Sen. Elizabeth Steiner Hayward, D-Portland, said the bill was aimed at reducing melanoma, the most lethal form of skin cancer, which studies show is linked to teen tanning. According to the Centers for Disease Control and Prevention, Oregon women have the highest rate of death from melanoma in the country. “At the end of the day this is about protecting Oregon’s children. Something that we’re all committed to do,” Steiner Hayward said to Oregonian. “When 32 percent of high school girls are using tanning beds, parents aren’t doing their job.”

Tanning beds were also highlighted during Skin Cancer Awareness Month this May as the U.S. Food and Drug Administration (FDA) announced their support of stronger warning labels on tanning beds, including a recommendation that people under the age of 18 abstain from using the devices. The FDA also hopes to reclassify tanning beds and sunlamps from Class 1 (low risk) to Class 2 (moderate risk) devices.

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Avoid UV & Seek Shade

FDA works to increase awareness of tanning bed risks

Tanning Bed

Monday, the U.S. Food and Drug Administration issued a proposed order that, if finalized, would reclassify sunlamp products and require labeling to include a recommendation designed to warn young people not to use these devices.

According to the American Academy of Dermatology, there is a 75 percent increase in the risk of melanoma, the deadliest type of skin cancer, in those who have been exposed to ultraviolet radiation from indoor tanning, and the risk increases with each use. The proposed order does not prohibit the use of sunlamp products by those under the age of 18, but it provides a warning on the consequences.

The order would reclassify sunlamp products from a low risk device (class I) to a moderate risk device (class II).

“Using indoor tanning beds can damage your skin and increase your risk of developing skin cancer,” said FDA Commissioner Margaret A. Hamburg, M.D. “The FDA’s proposed changes will help address some of the risks associated with sunlamp products and provide consumers with clear and consistent information.”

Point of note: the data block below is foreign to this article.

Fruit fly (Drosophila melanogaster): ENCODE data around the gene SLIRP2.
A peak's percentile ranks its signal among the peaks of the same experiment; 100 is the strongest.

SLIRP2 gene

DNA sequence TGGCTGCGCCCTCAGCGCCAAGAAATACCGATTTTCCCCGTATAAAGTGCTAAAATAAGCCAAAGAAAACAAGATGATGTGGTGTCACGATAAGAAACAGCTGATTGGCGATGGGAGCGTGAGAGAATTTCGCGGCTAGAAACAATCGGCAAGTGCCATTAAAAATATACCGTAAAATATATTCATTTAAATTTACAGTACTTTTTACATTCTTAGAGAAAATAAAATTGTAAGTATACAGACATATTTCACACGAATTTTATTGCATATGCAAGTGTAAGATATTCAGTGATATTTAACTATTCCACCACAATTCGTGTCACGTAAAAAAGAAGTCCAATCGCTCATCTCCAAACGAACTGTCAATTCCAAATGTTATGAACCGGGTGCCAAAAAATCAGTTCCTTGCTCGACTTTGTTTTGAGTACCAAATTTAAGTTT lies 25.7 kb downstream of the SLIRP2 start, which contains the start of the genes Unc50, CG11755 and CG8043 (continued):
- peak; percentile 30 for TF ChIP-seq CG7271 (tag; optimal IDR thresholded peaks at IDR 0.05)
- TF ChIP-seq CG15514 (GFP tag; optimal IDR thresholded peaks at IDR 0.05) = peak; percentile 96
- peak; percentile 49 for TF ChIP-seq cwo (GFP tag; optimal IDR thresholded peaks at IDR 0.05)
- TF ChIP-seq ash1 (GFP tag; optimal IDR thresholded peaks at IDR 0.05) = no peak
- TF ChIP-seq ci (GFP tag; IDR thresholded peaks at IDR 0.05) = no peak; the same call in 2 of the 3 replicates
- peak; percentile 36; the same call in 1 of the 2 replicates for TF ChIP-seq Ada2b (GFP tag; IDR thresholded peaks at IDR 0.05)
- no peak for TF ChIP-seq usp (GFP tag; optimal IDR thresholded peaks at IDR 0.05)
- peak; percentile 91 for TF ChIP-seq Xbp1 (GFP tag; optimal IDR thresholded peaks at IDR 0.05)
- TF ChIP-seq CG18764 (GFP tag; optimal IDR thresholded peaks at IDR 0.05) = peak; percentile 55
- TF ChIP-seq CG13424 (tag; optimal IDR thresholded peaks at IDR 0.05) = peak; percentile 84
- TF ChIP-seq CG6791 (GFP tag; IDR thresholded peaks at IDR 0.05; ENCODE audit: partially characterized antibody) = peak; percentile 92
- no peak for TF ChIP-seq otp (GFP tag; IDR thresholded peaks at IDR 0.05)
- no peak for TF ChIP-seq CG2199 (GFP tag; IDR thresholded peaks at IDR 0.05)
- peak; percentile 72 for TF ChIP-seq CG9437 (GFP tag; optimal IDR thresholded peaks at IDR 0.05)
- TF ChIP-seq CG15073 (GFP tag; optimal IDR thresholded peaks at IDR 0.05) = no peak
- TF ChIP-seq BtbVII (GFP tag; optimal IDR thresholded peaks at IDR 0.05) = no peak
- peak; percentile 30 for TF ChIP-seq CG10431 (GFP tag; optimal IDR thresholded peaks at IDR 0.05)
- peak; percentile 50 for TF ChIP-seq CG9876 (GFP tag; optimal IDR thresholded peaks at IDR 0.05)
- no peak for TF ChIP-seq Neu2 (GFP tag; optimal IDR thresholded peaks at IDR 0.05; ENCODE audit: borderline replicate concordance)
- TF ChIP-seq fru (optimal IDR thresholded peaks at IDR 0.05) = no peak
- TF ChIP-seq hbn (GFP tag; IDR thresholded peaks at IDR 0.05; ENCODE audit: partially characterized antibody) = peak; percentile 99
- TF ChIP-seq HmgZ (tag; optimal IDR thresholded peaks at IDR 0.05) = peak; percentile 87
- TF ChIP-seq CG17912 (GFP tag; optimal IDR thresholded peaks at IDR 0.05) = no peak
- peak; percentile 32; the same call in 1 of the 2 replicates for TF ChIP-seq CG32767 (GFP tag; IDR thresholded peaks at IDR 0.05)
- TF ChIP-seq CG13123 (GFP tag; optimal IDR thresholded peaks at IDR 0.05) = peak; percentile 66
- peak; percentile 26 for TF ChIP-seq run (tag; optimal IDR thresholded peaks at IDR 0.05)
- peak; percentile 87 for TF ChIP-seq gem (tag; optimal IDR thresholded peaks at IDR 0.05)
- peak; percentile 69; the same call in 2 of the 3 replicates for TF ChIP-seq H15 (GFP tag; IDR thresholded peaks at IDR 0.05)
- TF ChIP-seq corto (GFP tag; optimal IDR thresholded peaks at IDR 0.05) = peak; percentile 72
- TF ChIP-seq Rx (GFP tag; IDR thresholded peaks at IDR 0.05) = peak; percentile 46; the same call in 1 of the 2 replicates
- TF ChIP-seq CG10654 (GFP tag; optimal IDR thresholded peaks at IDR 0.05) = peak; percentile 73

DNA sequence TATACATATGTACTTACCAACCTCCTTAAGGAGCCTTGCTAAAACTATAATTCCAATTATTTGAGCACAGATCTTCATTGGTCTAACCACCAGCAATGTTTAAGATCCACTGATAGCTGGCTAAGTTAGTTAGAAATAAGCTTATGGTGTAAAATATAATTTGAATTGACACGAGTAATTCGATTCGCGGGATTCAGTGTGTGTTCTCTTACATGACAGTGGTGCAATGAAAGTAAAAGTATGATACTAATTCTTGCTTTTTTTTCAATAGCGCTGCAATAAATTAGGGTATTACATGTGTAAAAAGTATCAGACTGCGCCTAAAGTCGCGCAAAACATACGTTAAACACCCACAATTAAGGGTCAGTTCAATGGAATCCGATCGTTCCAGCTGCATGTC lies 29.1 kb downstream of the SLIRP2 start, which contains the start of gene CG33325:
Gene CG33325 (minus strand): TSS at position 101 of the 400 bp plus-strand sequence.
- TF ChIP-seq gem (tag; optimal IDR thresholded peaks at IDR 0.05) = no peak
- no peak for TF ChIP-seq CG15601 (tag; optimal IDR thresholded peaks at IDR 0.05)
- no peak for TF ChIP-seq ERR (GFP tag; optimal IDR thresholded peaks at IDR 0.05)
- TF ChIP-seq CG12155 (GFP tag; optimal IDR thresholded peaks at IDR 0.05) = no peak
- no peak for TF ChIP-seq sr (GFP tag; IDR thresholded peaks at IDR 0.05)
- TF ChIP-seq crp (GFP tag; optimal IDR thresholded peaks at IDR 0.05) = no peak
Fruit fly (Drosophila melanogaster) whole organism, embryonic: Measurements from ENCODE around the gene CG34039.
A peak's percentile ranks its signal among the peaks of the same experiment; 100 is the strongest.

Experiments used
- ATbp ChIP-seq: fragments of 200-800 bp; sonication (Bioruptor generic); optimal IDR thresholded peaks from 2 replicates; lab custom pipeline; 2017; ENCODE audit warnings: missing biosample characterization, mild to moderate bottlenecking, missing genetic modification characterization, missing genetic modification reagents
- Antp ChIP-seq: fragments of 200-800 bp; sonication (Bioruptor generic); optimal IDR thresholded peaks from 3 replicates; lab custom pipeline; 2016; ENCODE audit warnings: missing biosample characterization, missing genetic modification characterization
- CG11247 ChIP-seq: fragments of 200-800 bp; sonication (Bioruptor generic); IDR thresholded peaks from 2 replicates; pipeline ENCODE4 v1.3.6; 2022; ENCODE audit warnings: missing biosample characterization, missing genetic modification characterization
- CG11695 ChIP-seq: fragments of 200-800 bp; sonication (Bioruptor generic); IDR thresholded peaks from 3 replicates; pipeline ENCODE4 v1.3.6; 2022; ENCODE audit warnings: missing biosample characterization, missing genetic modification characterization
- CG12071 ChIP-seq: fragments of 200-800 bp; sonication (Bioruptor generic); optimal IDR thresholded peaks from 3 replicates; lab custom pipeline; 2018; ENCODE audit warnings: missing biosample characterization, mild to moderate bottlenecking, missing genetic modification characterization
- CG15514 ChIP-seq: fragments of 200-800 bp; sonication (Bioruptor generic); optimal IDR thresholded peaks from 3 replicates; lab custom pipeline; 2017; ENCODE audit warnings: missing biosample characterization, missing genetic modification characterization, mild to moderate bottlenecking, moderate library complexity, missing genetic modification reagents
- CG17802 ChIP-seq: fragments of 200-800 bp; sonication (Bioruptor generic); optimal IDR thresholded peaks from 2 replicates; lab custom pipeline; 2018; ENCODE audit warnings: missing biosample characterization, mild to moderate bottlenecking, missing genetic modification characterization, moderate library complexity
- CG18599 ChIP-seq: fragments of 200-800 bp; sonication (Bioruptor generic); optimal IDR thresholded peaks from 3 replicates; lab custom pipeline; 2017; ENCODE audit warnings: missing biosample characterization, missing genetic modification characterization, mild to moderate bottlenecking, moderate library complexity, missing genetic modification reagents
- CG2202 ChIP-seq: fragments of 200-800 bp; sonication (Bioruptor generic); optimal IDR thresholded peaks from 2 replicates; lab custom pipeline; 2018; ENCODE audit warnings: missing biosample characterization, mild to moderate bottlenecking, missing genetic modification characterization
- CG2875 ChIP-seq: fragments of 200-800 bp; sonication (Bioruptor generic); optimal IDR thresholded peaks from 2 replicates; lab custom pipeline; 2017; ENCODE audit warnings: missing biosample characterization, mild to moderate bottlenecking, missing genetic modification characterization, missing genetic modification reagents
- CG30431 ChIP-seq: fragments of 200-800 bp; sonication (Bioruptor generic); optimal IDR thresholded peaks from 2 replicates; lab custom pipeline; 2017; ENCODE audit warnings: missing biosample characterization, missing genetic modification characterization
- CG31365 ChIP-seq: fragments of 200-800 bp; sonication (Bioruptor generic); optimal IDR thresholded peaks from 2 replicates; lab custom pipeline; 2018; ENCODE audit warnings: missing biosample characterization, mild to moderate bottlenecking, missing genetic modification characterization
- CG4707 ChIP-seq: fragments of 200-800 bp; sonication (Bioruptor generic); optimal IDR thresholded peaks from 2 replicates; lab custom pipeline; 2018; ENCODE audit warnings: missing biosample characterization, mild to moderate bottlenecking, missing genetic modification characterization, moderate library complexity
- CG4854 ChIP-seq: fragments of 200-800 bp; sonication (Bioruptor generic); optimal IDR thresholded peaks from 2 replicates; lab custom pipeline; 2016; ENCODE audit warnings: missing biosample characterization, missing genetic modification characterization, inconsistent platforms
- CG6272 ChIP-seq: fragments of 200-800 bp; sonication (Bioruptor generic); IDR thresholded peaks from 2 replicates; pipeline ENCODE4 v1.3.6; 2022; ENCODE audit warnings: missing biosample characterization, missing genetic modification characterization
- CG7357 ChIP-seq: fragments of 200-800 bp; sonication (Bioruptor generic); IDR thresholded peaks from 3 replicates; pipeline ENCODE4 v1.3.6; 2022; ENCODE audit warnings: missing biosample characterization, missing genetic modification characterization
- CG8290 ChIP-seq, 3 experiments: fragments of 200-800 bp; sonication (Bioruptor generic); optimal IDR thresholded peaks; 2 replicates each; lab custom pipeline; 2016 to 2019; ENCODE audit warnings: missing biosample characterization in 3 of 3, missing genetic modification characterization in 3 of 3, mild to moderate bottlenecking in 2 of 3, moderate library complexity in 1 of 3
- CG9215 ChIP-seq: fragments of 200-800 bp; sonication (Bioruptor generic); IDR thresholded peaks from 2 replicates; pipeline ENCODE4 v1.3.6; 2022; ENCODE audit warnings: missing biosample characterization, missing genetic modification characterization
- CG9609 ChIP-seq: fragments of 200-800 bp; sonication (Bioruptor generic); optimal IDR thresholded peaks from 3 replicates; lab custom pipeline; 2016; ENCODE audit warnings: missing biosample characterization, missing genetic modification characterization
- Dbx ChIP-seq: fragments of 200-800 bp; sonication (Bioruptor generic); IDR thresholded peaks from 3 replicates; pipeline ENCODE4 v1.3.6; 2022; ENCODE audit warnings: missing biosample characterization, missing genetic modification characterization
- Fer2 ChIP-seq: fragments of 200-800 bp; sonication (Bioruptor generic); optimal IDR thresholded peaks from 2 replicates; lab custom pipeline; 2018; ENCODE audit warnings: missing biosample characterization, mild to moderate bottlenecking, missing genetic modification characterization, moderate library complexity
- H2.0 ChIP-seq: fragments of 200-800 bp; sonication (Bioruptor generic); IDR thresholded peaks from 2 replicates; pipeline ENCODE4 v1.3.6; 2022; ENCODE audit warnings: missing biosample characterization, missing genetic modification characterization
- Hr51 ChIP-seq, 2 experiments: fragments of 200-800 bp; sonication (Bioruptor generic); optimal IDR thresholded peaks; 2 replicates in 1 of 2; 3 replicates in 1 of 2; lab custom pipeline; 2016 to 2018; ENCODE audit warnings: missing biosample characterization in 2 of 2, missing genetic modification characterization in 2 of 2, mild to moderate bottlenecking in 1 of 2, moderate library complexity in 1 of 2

If the order is finalized, manufacturers would have to submit a pre-market notification (510(k)) to the FDA for these devices, which are currently exempt from any pre-market review. Manufacturers would have to show that their products have met certain performance testing requirements, address certain product design characteristics and provide comprehensive labeling that presents consumers with clear information on the risks of use. The order proposes to include a contraindication against use on people under 18 years old, and the labeling would have to include a warning that frequent users of sunlamp products should be regularly screened for skin cancer.

Resource: http://www.fda.gov/NewsEvents/Newsroom/PressAnnouncements/ucm350864.htm

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Avoid UV & Seek Shade SunAWARE

Tanning bed legislation – where are we now?

This week, the Connecticut Health Committee passed a bill they hope will ban teens from tanning beds. The state senate and house still need to pass the bill before it becomes state law. Nationally, anti-tanning bed regulations have increased significantly over the past decade due to rapidly increasing skin cancer rates and new studies on the negative health effects of indoor tanning.

Also in the news this week, New Jersey officially signed their teen tanning bed ban into law. Now, no one under 17 years of age will be able to use a UV tanning bed. Curious where your state stands?

Tanning bed legislation in the U.S.

  • 5/2/2012, Vermont became the second state to ban indoor tanning for those 18 years and younger.
  • 10/9/2011, California became the first state to prohibit indoor tanning for children under age 18.
  • As of today, over 30 states restrict indoor tanning use by minors.

National Conference of State Legislatures Indoor Tanning Laws for Minors (July 2012)

Resources:
1. Norwich Bulletin
2. Washington Post
3. American Academy of Dermatology
4. National Conference of State Legislatures

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Avoid UV & Seek Shade

#TanningIsOut: A Pledge for Teens

Spring break, prom, summer, all the reasons teens say they tan are around the corner. The Melanoma Foundation of New England is asking high school and college students to take the “no-tanning pledge” through their Your Skin Is In program. While the pledge contest portion is only for schools in New England states (Connecticut, Maine, Massachusetts, New Hampshire, Rhode Island, and Vermont), the pledge can be taken by anyone.

Your Skin Is In started as an effort to help build awareness in teens, as well as the general puclic, that UV exposure from both sunlight and tanning beds is linked to skin cancer. Using a tanning booth once a month before the age of 35, increases your chance of getting melanoma by 75%. Melanoma is also the second most common cancer in teens and young adults ages 15-29.

The Melanoma Foundation of New England hopes teens hearing this will take the following actions:
If you’ve never tanned before – don’t.
If you currently tan – stop.

Share #tanningisout with your friends on Twitter.

Take the pledge: #TanningIsOut or enter your skin is in Your Skin Is In Student Challenge before April 26, 2013.